Housing prices aren’t coming down anytime soon according to realtor.com. In its latest housing report, the take-away is housing prices around the country remain at record highs as we move towards year-end. The U.S. median home price hit $350,000, a 12.9 percent year-over-year increase. Consider that’s the largest annual price growth since 2017.

Climbing prices have not kept buyers away. “This an unusual Fall market because it’s October and we are still seeing lots of buyers. The low-interest rates mean buyers can qualify for higher-priced homes which drives up market prices,” notes Danielle Hale, chief economist for realtor.com. “It does not appear prices are coming down anytime soon,” Hale adds.

The numbers showed 21 continuous weeks of median listing prices rising. Inventory declines were slightly down. This is a small sign “sellers may be staying in the market”, according to Hale. Yet year-over-year inventory is down significantly—38 percent. Look to that key market indicator, Days on Market and you’ll find homes are selling 13 days faster than they were in the first week of October 2019. “Sellers continue to get the message that buyers are actively participating in the market.” The national market is stronger now than in the pre-COVID days of January.

Realtor.com’s proprietary, Housing Market Recovery Index (Housing Market Recovery Index,) rang in at 110.4 for the first week of October. Today’s market is 10.4 points stronger than before COVID. Hale’s advice for buyers in today’s market. “Buyers should be as prepared as possible with as much professional help as possible. Because those buyers will need to be able to make quick competitive choices.”

Here’s what’s happening in metros around the country defined by year-over-year median listing prices, total listings and, median days on market. The Charleston-North

NUTLEY, NJ — Frauds being run on Nutley residents isn’t a new phenomenon; local police have been warning about them for years. But despite police officers’ attempts to stem the tide of shady scams, they keep happening, authorities say.

Last week, the Nutley Police Department issued an advisory about one of the latest frauds being reported in the township.

According to Police Director Alphonse Petracco and Chief Thomas Strumolo, a phone scammer pretending to be a law enforcement officer targeted a Nutley resident in an attempt to get money.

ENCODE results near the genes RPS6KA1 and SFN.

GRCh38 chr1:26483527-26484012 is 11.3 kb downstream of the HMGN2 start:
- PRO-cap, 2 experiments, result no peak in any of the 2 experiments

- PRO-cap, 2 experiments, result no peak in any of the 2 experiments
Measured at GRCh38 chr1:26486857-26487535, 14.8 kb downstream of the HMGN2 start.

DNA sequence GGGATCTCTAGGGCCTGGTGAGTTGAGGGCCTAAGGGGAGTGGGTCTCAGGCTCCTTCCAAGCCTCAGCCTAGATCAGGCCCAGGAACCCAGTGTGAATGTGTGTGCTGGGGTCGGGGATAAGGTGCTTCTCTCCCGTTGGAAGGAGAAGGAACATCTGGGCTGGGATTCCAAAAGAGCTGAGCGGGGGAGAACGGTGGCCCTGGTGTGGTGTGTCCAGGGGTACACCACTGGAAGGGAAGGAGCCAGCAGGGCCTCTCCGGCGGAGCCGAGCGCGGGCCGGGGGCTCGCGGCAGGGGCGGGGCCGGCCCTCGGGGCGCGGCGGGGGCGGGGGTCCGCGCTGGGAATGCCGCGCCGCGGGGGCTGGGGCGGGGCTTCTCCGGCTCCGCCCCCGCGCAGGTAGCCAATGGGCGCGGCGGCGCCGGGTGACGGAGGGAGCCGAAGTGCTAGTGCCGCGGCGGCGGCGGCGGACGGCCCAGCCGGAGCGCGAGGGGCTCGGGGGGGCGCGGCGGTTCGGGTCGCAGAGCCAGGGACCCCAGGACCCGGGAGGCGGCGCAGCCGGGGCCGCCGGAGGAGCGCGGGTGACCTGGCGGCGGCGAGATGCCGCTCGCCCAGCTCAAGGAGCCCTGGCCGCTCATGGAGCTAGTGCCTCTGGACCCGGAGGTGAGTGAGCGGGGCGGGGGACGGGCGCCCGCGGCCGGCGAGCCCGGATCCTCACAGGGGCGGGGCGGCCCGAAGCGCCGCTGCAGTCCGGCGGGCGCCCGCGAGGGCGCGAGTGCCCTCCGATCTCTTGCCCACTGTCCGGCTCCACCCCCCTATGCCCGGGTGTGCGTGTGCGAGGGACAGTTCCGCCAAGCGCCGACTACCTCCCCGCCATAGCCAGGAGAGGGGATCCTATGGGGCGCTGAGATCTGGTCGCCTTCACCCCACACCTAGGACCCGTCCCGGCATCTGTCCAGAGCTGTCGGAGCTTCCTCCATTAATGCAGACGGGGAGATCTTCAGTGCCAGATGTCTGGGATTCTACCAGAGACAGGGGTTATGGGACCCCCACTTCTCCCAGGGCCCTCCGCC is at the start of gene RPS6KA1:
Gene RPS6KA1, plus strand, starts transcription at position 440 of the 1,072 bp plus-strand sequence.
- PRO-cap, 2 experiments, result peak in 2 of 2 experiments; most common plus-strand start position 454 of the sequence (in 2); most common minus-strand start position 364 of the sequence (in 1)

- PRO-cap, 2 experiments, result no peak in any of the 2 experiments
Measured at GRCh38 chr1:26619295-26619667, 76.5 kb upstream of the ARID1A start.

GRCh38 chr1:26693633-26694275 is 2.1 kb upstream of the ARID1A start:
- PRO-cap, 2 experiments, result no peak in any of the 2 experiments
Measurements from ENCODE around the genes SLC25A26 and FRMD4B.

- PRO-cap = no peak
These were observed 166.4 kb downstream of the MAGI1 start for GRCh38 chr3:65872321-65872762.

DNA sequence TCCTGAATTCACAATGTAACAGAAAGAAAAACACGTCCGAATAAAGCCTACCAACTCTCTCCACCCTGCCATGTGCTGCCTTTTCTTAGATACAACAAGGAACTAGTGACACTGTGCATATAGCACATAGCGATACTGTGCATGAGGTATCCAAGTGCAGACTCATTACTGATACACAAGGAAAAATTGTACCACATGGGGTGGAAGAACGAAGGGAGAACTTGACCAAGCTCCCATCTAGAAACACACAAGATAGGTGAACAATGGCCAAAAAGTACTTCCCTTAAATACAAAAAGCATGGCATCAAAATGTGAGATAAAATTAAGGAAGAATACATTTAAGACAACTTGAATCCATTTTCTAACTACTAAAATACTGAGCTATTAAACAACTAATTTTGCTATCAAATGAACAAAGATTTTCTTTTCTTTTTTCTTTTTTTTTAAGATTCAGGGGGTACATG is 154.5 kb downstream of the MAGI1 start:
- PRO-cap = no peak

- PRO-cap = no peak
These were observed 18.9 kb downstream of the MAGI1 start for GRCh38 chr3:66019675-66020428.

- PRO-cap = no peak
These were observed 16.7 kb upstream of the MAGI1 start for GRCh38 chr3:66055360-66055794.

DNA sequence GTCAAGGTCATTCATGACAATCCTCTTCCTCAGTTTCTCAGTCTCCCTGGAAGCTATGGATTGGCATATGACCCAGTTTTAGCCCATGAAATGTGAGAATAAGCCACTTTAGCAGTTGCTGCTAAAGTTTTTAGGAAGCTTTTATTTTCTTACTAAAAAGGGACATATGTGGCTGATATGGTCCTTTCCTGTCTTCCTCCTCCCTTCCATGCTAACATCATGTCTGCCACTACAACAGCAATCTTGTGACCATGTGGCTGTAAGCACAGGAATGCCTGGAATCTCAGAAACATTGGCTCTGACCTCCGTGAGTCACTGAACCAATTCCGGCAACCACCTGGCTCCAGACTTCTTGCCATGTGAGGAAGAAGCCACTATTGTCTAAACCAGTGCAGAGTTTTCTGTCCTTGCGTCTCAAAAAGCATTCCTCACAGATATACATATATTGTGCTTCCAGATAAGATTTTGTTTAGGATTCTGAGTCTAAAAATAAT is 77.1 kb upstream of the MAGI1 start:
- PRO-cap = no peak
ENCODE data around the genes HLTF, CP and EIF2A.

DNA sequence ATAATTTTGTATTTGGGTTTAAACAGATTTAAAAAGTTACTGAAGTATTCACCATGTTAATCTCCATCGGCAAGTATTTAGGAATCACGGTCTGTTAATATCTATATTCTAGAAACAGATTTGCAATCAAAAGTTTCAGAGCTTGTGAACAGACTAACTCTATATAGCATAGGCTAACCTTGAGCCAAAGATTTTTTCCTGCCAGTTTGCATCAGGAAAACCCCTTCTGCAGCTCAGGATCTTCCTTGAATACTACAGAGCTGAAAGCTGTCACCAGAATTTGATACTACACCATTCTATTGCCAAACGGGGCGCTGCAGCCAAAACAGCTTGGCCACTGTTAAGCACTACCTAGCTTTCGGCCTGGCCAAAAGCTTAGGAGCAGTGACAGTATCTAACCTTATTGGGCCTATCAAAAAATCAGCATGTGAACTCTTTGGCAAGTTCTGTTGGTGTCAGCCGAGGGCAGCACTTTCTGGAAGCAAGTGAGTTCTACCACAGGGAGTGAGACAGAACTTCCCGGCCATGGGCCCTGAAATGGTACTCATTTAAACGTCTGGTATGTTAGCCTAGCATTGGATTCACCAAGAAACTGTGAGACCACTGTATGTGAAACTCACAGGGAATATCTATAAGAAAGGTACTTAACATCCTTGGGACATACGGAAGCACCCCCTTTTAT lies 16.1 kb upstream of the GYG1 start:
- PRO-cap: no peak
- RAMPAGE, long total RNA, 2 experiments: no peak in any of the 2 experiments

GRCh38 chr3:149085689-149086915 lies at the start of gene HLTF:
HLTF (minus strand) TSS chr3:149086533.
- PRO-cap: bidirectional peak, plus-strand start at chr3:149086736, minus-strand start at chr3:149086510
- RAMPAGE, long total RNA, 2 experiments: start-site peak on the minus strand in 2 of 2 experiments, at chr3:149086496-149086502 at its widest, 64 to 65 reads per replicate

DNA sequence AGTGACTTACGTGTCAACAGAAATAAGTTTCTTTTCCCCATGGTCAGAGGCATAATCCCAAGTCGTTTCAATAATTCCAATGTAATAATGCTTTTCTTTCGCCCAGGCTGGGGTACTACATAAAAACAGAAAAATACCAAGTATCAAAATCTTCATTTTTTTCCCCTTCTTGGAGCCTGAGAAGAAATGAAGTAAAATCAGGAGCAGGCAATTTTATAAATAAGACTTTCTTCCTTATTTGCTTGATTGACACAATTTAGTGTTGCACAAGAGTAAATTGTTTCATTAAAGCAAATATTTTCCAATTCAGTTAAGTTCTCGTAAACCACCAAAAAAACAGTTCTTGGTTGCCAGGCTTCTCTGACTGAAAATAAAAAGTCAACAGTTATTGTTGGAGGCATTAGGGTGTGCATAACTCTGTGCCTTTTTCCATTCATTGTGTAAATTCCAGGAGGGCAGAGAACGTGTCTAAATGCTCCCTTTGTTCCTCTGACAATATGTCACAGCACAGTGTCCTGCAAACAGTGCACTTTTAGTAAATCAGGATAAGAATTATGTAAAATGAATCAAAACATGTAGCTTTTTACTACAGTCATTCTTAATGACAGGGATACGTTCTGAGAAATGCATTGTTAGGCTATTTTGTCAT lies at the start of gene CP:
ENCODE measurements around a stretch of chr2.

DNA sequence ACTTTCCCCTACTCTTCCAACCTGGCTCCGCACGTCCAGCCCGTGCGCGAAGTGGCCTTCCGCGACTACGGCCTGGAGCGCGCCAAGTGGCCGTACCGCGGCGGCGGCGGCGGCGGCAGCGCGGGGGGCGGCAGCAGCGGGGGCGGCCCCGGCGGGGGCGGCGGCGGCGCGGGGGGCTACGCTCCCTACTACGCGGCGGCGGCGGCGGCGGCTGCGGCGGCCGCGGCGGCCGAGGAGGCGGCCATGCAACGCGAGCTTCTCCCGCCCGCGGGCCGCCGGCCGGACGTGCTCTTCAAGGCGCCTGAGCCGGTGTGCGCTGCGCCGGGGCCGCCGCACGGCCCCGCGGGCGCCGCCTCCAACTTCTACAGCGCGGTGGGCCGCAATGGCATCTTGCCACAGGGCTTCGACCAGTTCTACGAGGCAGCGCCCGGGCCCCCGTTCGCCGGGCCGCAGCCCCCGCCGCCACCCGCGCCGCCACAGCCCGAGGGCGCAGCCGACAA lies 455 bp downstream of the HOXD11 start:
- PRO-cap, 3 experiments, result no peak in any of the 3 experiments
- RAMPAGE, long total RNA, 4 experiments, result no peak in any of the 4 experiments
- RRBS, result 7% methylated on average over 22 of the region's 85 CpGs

Fortunately, the resident checked with police before sending any funds, Petracco and Strumolo stated. But another victim wasn’t so lucky when, earlier this month, they sent a scammer gift card codes based on a false claim they were with the Lyndhurst Police Department.

Strumolo said the scams often work by using phone applications (spoofing) that make the incoming number appear to be legitimate. For example, when the resident viewed “Nutley Police” on their caller ID, they believed it was actually the Nutley Police Department.

Strumolo said that with the use of the internet, pay-per-minute convenience store phones and wire transfers, police are unable to track or trace callers, making them more common.

“Our only defense is public awareness and letting our family and friends know that these crimes are occurring, and to be wary when sending money,” Strumolo said.

He added that no police department would ever ask a resident or put someone on the phone to request money.

Petracco said there are hundreds of frauds, each with different story, however all with same objective: to wire, transfer, send and provide money or other personal information.

Most people are aware of these scam artists, however – once they add a sense of urgency – a little validation such as a name

TCL 6-Series 2020 Roku TV 65R635

David Katzmaier/CNET

Let’s talk TVs. You know where I stand: A lot of lower-end models are perfectly good — and definitely easier on the wallet. But what do you sacrifice when you choose a cheap TV instead of a high-end model from, say, Samsung or Sony?

For answers, we brought in CNET TV guru David Katzmaier. Trust me, if you’re in the market for a new screen, you do not want to miss this discussion.